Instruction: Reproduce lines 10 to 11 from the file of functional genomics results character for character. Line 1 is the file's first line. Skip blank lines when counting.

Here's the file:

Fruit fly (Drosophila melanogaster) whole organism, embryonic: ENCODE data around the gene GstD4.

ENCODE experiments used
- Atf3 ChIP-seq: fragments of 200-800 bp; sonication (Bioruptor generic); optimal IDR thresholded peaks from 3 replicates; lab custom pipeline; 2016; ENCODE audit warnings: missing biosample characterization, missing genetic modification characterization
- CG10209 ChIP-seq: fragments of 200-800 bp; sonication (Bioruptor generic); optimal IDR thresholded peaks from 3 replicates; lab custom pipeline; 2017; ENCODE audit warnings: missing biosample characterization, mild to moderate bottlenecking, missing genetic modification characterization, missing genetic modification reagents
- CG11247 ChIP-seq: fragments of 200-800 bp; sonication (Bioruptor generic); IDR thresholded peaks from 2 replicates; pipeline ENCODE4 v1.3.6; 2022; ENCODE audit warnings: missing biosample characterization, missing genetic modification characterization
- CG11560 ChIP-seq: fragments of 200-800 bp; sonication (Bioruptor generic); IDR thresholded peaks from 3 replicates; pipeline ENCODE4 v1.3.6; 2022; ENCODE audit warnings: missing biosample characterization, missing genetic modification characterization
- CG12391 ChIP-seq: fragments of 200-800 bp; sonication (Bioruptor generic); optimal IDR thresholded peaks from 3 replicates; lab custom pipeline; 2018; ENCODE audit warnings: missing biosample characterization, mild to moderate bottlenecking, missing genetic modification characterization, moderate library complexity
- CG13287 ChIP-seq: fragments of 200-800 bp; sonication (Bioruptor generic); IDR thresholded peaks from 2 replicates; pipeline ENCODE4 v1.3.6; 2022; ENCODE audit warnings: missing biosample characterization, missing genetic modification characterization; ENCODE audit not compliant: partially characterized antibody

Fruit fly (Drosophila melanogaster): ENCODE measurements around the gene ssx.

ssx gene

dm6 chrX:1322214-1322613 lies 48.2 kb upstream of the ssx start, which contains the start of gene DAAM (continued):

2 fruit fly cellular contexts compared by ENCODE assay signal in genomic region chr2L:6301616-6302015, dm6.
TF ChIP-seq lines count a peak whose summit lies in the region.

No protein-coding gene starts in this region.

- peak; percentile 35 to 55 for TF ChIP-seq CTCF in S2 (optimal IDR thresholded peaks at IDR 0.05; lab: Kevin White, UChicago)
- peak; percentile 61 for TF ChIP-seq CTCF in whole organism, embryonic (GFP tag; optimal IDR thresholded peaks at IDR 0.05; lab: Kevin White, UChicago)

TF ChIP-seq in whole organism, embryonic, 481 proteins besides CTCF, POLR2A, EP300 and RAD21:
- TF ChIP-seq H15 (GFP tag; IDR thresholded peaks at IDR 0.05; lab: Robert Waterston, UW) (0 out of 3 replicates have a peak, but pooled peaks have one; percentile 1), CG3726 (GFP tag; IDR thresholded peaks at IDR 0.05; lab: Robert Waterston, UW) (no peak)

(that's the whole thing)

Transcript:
ssx gene

dm6 chrX:1322214-1322613 lies 48.2 kb upstream of the ssx start, which contains the start of gene DAAM (continued):